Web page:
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**Allow line end to slide along another line**

*(by Ron Aronica)*

I am new to SolveSpace and am trying to design a linkage with a sliding component. The end of one rod slides (with a coupling) along the length of another rod. One end of the rod on which the other slides pivots at a fixed point. Can I model this in SolveSpace, and if so, how? If not, what other application might allow me to do this? Thanks in advance for any help.

**(no subject)**

*(by Rune)*

Hi Ron, I have done something similar with success. I had to make an arrangement of arcs to simulate an interval constraint which gives you some points of no solution that you must fix manually.

**(no subject)**

*(by Jonathan Westhues)*

Can you post a sketch of the linkage? And have you completed the linkage tutorial,

http://solvespace.com/linkage.pl ?

In general, it's pretty straightforward--a line constrained to a specified length is a link, a point-coincident constraint is a pin joint, and a point-on-line constraint is a slide.

SolveSpace isn't designed for interval constraints, and attempts to fudge that are unlikely to be very satisfying. That's not generally necessary to simulate a linkage, though.

http://solvespace.com/linkage.pl ?

In general, it's pretty straightforward--a line constrained to a specified length is a link, a point-coincident constraint is a pin joint, and a point-on-line constraint is a slide.

SolveSpace isn't designed for interval constraints, and attempts to fudge that are unlikely to be very satisfying. That's not generally necessary to simulate a linkage, though.

**(no subject)**

*(by Ron Aronica)*

Ah ha! I didn't realize that a point-on-a-line constraint is a slide. I thought that it fixed the point to the line. I will study it tomorrow, but it appears that it should do what I need. Thanks for the help Rune and Jonathan.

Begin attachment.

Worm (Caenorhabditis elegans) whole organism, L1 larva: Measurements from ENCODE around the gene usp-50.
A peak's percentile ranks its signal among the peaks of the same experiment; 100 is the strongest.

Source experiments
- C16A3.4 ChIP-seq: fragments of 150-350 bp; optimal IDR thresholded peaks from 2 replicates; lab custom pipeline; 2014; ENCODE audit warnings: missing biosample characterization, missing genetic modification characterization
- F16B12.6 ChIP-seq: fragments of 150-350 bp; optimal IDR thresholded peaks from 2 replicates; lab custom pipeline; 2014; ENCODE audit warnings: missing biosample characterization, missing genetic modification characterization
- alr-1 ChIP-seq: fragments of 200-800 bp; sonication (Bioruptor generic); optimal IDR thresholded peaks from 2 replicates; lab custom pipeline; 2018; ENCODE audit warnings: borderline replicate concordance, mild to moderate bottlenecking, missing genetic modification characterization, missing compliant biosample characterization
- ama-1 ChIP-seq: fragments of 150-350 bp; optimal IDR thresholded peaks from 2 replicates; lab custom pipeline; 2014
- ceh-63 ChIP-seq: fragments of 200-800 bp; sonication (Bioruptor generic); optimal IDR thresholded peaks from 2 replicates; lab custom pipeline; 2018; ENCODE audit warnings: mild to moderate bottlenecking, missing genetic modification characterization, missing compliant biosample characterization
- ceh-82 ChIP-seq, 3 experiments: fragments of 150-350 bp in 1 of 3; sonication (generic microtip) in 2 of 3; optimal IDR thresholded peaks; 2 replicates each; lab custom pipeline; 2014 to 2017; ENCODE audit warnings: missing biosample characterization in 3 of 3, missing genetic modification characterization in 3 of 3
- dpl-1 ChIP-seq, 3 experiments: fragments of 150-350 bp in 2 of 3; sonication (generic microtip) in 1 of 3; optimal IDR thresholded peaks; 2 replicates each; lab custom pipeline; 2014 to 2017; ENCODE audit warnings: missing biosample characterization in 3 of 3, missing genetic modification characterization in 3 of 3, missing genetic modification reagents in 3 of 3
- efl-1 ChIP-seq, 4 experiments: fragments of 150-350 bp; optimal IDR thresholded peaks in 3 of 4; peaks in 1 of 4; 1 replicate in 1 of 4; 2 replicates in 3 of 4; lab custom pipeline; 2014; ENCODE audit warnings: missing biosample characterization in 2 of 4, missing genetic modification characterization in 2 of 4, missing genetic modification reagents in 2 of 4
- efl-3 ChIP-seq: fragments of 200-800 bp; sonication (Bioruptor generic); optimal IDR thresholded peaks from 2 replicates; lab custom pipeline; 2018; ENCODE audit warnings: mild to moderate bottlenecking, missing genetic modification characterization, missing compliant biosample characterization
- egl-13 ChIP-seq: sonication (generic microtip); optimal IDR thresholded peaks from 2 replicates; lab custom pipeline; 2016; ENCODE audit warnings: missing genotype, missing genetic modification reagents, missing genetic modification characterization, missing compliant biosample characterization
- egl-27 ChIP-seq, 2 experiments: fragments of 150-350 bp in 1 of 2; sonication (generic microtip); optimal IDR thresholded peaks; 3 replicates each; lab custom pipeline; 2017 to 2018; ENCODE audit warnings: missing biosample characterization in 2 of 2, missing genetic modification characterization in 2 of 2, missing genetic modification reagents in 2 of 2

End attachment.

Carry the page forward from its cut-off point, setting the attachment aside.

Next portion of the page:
**Practical example**

*(by Rune)*

For a linkage it might be relevant to constrain it to an interval, say to model something sliding in a groove.

I have realized this by constraining to a circle as in the attached example.

Two levers (red) can act on a linkage fixed in a grove (white)

Each one is attached to the groove by a point-on-line constraint.

They can be moved by sliding the blue handle horizontally.

The upper linkage can slide off the endpoints of the grove since since the point-on-line constraints does not take the endpoints of the line into account.

The lower linkage is furthermore constraint to be horizontal with a point constraint to lie on the circle, which models the physical reality.

I have realized this by constraining to a circle as in the attached example.

Two levers (red) can act on a linkage fixed in a grove (white)

Each one is attached to the groove by a point-on-line constraint.

They can be moved by sliding the blue handle horizontally.

The upper linkage can slide off the endpoints of the grove since since the point-on-line constraints does not take the endpoints of the line into account.

The lower linkage is furthermore constraint to be horizontal with a point constraint to lie on the circle, which models the physical reality.

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